Although there have been multiple studies focused on predicting the location of miRNA binding sites, there are few resources available for analyzing the impact of SNPs on these sites, the researchers wrote in BMC Bioinformatics. Meanwhile, existing software for this purpose is limited by the need for significant manual labor when working with huge lists of SNPs and the fact that algorithms work only for SNPs present in databases.
The scientists therefore developed mrSNP, a web server that predicts the impact of 3' UTR SNPs on miRNA binding with a streamlined workflow and that allows users to input any SNP that has been identified by any SNP-calling program. In testing, mrSNP correctly identified 69 percent of SNPs that disrupt binding and that had been experimentally validated.
The tool can be found here.
Given the potential of miRNAs to serve as disease biomarkers, particularly given their presence in biofluids, there has been increased interest in new ways of detecting them. Current methods, however, are limited by contamination of biofluid samples, the need for special detection technologies, and the lack of established reference miRNAs to assist with normalization.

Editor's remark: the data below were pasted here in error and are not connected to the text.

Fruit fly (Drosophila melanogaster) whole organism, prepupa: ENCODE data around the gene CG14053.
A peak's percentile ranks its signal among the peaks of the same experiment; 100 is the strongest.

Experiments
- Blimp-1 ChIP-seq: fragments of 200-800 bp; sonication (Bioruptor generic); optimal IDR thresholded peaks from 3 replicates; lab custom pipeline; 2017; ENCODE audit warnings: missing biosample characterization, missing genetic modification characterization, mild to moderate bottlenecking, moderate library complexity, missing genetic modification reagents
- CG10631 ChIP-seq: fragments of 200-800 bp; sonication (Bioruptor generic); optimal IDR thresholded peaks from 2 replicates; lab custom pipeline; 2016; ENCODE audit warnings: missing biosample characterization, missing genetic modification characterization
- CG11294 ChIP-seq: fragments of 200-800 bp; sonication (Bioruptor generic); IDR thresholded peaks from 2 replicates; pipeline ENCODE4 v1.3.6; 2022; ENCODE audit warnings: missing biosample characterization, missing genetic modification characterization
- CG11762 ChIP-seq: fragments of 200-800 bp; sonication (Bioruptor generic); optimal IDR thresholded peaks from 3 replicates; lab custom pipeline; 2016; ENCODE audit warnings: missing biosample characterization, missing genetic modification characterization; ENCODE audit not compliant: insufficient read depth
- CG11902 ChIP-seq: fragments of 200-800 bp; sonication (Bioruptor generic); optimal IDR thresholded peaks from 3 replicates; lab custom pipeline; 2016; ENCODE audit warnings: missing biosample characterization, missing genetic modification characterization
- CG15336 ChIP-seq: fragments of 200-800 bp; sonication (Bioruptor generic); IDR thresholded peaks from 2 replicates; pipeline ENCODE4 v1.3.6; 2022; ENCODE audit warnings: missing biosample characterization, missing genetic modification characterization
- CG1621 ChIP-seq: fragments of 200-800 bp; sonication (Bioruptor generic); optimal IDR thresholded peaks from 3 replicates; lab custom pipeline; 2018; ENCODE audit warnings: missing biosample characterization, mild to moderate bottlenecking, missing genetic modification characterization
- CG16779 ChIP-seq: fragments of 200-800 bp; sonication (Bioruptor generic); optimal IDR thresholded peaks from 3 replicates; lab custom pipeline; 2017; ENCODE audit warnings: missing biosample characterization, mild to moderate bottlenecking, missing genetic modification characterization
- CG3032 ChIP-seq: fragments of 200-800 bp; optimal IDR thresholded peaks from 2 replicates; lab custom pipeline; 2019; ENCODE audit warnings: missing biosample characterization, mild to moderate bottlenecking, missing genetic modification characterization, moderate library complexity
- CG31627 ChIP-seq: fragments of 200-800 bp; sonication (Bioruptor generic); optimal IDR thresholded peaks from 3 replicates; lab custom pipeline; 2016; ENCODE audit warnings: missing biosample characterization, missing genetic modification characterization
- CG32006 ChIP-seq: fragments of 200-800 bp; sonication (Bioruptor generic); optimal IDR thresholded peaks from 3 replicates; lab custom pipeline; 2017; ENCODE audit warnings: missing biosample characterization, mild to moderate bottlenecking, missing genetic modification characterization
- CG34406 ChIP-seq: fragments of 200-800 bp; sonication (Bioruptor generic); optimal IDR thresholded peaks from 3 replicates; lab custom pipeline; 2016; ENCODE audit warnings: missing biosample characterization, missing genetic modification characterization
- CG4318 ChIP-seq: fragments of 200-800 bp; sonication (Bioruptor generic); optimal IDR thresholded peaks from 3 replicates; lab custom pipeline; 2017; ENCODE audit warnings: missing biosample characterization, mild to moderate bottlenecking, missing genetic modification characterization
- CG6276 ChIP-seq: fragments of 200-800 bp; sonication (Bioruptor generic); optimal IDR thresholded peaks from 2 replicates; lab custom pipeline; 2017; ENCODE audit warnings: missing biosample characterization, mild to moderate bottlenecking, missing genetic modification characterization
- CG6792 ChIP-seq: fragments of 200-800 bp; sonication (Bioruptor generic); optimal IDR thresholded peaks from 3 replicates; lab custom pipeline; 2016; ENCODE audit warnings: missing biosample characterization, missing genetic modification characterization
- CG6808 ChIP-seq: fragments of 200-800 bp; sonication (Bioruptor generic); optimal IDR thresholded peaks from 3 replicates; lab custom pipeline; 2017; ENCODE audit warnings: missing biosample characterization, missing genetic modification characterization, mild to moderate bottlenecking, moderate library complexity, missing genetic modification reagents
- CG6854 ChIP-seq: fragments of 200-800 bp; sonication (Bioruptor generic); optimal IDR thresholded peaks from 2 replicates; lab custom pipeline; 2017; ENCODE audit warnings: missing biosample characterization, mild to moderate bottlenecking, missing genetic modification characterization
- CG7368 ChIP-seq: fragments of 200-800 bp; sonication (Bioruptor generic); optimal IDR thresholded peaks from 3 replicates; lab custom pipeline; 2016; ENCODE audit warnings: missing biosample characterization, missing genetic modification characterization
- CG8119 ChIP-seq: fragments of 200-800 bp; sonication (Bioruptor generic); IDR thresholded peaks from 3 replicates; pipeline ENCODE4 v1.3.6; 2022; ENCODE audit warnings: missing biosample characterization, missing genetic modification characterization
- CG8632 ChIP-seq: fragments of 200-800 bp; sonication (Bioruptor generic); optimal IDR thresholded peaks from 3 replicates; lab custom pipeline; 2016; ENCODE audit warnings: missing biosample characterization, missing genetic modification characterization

To address this, a team led by University of Oxford researchers has developed a new protocol for the detection and quantification of extracellular miRNAs in mouse serum and plasma, but which is applicable to other biofluids.
According to a report in Biological Procedures Online, the protocol covers the collection of murine serum and plasma, the extraction of biofluid RNA, miRNA quantification by RT-qPCR, and downstream data analysis.
The method was validated by quantifying miRNA abundance in wild-type and dystrophin-deficient mice, the researchers noted. Significant differences in miRNA abundance were observed depending on whether blood was taken from the jugular or tail vein, and the efficiency of miRNA recovery was reduced when sample volumes greater than 50 microliters were used.